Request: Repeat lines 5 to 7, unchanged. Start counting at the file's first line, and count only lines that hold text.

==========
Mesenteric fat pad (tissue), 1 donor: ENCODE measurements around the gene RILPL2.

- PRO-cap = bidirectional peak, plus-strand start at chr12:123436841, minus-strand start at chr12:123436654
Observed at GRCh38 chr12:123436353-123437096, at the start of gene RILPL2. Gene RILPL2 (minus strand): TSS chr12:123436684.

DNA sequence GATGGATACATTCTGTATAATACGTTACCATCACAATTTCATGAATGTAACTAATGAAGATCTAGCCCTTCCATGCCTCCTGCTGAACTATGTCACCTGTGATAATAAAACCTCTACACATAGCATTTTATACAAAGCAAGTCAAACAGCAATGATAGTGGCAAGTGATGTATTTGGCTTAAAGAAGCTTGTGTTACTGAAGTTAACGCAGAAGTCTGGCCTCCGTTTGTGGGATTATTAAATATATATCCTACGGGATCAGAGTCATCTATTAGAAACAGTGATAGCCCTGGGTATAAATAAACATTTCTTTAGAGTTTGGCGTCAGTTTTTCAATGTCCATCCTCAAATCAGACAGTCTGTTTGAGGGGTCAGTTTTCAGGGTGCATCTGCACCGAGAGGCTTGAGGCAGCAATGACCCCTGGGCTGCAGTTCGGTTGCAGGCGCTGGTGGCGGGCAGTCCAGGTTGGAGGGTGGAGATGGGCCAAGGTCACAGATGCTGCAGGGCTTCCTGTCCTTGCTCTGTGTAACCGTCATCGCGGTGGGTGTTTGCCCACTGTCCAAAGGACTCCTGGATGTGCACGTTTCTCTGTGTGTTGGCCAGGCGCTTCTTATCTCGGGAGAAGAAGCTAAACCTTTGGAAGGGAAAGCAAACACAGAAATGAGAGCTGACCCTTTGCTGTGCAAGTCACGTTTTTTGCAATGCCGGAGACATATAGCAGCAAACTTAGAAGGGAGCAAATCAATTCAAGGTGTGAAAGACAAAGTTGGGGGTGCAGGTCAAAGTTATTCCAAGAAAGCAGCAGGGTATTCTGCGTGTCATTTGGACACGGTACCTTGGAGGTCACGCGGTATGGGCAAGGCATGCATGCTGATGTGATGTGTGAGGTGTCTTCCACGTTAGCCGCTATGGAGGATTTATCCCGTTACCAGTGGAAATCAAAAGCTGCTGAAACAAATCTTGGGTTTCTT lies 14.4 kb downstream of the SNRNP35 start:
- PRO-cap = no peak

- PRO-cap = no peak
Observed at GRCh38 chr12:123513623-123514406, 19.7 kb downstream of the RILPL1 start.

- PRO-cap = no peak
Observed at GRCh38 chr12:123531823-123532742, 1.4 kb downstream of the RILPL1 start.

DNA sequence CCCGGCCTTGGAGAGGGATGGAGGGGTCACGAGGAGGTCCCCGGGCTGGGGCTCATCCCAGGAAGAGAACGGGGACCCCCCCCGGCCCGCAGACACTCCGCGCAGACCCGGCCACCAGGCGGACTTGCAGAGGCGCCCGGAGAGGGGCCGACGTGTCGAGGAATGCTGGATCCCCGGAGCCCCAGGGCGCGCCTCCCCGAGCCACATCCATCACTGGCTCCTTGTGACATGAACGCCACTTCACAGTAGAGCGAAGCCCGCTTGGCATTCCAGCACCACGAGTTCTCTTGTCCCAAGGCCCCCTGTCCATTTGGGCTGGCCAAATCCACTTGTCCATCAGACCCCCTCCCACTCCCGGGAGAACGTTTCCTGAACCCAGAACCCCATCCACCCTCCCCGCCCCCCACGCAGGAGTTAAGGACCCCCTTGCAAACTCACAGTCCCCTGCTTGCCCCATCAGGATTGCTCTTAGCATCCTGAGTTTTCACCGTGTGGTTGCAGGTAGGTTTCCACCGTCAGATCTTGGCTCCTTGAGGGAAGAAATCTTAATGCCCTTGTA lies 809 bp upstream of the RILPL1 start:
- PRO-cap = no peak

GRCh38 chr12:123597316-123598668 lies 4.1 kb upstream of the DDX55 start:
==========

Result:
- PRO-cap = no peak

- PRO-cap = no peak
Observed at GRCh38 chr12:123513623-123514406, 19.7 kb downstream of the RILPL1 start.